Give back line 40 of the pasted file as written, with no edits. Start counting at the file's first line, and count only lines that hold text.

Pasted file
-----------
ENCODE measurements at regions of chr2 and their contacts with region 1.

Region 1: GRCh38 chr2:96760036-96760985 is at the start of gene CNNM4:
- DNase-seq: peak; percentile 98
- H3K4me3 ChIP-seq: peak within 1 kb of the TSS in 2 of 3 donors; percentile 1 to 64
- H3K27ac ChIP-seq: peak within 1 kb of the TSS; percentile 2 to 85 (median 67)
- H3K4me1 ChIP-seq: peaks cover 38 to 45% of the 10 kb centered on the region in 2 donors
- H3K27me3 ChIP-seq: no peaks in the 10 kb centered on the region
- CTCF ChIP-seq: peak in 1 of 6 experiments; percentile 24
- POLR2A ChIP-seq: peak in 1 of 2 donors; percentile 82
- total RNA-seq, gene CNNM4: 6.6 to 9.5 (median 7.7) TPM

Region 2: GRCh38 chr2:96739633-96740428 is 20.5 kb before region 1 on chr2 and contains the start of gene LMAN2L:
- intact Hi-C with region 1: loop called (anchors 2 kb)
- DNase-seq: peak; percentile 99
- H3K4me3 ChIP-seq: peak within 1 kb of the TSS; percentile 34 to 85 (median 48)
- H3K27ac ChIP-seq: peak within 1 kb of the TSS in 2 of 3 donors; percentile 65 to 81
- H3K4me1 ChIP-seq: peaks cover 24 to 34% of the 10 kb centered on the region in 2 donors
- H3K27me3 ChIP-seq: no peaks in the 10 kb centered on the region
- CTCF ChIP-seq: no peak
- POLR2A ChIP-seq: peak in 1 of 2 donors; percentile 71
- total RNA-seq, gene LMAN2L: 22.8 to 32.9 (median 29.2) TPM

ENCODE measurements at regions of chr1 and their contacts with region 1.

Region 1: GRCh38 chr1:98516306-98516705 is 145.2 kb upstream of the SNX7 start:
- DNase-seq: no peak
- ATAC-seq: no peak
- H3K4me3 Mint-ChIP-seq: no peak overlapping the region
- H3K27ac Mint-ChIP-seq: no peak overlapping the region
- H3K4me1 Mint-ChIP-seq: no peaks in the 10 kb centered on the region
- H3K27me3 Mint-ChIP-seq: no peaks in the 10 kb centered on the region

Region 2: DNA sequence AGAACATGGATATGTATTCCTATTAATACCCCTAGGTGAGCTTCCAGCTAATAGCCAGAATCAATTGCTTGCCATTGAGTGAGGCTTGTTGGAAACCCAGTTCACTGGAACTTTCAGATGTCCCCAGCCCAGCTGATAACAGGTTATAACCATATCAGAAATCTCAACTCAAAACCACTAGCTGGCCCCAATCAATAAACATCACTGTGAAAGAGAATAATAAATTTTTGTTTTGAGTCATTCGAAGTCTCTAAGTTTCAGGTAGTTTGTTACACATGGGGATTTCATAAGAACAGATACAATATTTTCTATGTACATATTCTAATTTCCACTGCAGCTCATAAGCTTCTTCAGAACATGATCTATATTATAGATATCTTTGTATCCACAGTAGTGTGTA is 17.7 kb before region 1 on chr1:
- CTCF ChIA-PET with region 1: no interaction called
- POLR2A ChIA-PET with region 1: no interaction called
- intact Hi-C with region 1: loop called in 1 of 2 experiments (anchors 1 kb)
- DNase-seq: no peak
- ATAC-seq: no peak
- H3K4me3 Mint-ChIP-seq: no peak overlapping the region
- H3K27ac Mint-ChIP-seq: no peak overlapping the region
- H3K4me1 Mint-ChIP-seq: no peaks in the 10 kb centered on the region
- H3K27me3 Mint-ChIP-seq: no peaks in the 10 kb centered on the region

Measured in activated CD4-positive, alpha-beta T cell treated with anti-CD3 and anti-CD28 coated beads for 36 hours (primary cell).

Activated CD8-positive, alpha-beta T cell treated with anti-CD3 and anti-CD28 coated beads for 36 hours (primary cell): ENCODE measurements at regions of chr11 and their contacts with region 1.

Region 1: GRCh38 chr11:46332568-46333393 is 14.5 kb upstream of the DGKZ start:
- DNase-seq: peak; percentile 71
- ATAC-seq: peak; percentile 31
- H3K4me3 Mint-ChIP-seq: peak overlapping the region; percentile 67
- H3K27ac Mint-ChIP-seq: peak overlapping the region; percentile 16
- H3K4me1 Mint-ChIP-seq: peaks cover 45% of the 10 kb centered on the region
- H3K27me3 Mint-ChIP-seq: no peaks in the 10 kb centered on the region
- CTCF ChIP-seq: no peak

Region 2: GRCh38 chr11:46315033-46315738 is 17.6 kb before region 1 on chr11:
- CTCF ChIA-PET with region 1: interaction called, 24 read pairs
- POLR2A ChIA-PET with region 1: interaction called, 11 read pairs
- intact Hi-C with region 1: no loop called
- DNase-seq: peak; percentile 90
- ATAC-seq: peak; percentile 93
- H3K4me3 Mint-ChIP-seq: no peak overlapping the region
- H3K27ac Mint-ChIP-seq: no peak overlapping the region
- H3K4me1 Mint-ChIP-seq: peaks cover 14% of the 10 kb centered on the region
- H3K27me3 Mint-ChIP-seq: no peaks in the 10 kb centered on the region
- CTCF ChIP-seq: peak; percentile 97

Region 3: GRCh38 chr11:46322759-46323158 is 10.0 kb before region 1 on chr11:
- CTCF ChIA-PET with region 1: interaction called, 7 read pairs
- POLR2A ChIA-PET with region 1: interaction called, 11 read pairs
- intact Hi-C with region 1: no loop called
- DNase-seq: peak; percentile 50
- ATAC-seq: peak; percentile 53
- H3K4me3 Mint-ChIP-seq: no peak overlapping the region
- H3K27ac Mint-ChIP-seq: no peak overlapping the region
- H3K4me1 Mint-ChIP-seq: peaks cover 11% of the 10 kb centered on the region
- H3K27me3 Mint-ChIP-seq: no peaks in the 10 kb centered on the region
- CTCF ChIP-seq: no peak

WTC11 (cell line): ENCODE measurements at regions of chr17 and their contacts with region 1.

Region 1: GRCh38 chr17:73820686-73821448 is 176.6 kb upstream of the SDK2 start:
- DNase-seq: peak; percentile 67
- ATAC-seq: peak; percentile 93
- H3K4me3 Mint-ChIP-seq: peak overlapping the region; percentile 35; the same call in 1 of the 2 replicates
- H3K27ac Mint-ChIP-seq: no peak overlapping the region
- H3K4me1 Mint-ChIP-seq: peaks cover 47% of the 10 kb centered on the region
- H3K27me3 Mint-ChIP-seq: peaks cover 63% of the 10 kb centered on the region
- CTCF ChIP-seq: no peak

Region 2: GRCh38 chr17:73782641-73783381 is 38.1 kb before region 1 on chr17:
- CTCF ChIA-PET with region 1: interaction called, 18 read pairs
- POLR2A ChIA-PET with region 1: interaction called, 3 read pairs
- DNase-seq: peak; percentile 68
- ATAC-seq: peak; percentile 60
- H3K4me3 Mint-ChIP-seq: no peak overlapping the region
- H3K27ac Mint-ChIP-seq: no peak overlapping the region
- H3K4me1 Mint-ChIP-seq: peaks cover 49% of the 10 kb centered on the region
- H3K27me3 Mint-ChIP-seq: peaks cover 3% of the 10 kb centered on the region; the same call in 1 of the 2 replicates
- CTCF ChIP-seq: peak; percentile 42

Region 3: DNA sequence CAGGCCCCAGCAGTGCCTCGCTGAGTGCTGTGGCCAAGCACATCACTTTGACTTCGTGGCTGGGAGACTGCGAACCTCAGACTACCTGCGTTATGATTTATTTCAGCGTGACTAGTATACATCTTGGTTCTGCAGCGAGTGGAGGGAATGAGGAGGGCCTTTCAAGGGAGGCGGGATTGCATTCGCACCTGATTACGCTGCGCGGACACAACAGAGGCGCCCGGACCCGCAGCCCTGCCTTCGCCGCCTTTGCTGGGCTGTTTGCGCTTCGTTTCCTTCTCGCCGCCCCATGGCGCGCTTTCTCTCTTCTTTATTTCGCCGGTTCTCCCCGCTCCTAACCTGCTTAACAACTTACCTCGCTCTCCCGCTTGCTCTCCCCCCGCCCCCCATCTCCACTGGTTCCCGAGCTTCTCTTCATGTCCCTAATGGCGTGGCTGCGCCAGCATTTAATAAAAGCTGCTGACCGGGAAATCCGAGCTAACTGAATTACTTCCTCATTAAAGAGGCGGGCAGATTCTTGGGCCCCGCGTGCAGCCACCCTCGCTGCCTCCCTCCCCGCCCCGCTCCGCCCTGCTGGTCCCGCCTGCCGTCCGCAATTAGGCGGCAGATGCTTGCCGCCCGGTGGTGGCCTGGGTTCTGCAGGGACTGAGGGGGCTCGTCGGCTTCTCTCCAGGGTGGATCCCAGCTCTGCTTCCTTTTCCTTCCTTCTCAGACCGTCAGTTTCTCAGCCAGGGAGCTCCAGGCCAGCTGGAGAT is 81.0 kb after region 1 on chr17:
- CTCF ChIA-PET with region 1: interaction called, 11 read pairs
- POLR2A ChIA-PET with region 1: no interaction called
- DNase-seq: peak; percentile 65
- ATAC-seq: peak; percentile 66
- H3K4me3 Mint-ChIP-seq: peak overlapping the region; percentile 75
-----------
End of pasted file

Activated CD8-positive, alpha-beta T cell treated with anti-CD3 and anti-CD28 coated beads for 36 hours (primary cell): ENCODE measurements at regions of chr11 and their contacts with region 1.